Mixing art with significant events

I hummed and ahed about this post, should I do it or would it seem a bit crass.  In the end I decided that art has always attempted to represent humanity at its best and at its worst.  Including those terrible events of world wars. Therefore it should be ok for me to add my humble token to the ever enlarging pool of art about conflicts between humans.

 

So here goes:

 

I have been attempting to grow flanders poppies for some time, the first effort failed as the plants died while we were away.  This year I have finally succeeded in growing two batches of poppies.  The first is a very impoverished batch due mostly to poor quality soil and minimal water.  The flowers that resulted are very delicate with needle thin stems just strong enough to hold the bright red flowers up for the world to see.  On seeing how delicate they are I realised that in their own way they represented the fragility of humans, especially in times of great conflict and in particular the frailty of soldiers caught up in the horror of trench warfare that the first world war delivered.

 

I choose two poppies to photograph because for me that represents the mate-ship of soldiers at arms, their dependence on their mates to look out for each other.  I know that just a few weeks away is Remembrance  Day here and that the Flanders Poppy is the symbol used to represent our day of remembering their sacrifice.

 

I do hope that the message contained in the image will help remind us that war is something to be avoided.

two-flanders-poppies-lr

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10 thoughts on “Mixing art with significant events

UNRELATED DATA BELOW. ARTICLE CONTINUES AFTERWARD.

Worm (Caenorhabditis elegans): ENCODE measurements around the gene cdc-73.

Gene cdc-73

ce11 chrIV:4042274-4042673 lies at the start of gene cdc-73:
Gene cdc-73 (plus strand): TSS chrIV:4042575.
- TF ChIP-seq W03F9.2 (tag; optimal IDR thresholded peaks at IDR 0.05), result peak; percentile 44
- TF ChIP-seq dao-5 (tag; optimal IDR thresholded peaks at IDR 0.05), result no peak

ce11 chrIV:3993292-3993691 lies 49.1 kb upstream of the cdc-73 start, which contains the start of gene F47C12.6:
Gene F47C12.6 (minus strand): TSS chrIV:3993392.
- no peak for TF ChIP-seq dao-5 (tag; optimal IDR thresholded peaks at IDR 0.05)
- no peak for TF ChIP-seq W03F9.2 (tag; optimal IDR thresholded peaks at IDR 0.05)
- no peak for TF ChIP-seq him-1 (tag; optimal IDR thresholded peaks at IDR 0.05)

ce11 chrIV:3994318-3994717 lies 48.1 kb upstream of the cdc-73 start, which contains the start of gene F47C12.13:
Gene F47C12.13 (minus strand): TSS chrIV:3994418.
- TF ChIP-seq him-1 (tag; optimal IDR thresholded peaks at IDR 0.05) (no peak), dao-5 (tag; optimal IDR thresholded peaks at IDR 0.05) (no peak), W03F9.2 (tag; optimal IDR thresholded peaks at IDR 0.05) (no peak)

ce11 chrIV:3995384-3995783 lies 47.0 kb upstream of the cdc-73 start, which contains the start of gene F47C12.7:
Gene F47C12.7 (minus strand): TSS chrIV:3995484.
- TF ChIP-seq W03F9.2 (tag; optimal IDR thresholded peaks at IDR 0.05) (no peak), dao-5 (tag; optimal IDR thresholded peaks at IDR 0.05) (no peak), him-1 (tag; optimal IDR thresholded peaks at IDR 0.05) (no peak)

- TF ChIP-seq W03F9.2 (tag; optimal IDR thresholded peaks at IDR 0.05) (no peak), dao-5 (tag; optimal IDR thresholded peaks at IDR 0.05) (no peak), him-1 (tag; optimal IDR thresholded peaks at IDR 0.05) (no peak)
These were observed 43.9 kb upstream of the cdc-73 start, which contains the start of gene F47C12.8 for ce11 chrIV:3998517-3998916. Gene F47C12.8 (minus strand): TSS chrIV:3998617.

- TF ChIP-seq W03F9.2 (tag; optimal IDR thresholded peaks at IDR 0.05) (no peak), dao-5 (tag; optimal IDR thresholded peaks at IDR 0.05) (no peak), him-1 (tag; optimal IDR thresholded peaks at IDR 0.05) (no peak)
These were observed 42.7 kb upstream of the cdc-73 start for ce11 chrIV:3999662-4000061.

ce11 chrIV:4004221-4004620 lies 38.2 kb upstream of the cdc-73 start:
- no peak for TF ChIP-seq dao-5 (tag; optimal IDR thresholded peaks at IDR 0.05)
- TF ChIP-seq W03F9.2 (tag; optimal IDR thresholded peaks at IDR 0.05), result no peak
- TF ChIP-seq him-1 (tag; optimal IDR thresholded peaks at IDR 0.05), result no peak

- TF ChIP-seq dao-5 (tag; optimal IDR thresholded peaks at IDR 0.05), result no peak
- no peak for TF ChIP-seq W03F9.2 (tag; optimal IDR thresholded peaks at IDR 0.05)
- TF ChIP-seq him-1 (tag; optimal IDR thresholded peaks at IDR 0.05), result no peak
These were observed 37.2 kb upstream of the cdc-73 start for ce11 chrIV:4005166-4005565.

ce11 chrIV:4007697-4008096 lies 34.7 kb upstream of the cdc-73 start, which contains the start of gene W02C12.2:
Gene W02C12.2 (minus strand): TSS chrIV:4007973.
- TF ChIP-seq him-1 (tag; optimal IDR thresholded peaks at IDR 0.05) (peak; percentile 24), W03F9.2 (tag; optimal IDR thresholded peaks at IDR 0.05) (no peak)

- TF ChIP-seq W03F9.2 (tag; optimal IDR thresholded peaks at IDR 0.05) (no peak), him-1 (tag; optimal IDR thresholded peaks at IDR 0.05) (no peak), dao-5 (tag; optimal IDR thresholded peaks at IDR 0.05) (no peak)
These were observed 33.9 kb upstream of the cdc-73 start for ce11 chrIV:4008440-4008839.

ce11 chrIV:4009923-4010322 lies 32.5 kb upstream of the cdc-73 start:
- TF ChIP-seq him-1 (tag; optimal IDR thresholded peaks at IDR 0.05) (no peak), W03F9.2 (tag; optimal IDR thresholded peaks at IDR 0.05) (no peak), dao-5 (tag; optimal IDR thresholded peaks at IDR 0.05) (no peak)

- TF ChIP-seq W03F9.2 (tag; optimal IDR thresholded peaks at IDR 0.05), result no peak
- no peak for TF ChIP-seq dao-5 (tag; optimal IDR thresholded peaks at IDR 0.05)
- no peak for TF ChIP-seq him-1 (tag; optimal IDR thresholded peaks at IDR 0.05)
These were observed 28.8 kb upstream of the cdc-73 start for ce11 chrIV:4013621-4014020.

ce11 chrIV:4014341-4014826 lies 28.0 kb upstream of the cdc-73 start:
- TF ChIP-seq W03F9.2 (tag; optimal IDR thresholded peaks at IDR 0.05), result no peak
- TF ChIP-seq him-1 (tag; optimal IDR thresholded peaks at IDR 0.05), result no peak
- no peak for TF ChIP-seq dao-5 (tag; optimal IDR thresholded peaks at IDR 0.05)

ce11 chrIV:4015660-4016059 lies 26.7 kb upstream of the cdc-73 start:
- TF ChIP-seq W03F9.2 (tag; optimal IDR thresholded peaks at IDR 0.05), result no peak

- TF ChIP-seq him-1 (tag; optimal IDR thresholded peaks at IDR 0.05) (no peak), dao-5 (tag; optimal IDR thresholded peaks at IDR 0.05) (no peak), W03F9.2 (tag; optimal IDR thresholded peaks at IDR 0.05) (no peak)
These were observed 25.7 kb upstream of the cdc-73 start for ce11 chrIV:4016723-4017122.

1. Johann Briffa

    For some reason poppies always seem to me too delicate to stand up. These look even more so! Great lighting, as usual 🙂

    Reply
  2. Henrietta Richer

    It’s a beautiful image and looks like an intricate painting, which is always a plus for me. As a poppy grower you may be able to answer a question that’s been bugging me. Two years ago the cornfields here were covered in poppies. This year I was looking forward to photographing them with my new DLSR, but there were no poppies to speak of. I can’t figure out why. The obvious supposition is that they’d been blizzed with pesticide, but why would the farmers suddenly do that?

    Reply
    1. johnholding Post author

      Thanks Henrietta, I don’t really know much about poppies but maybe the farmers don’t like the poppy seeds mixed with their other grains. Normally the silo’s test for grain purity or they do here.

      Reply
  3. suzjones

    I think your photo is stunning and like your imagery and accompanying words. I have a packet of Flanders Poppies that I bought from the War Memorial up on my shelf but I haven’t planted them out yet. You’ve inspired me to do so.

    Reply
  4. johnholding Post author

    Thank you Suz, I planted mine in two pots during winter and let nature take its course. The one I like best so far are those from the poorly nourished pot, they have such a delicacy.

    Reply

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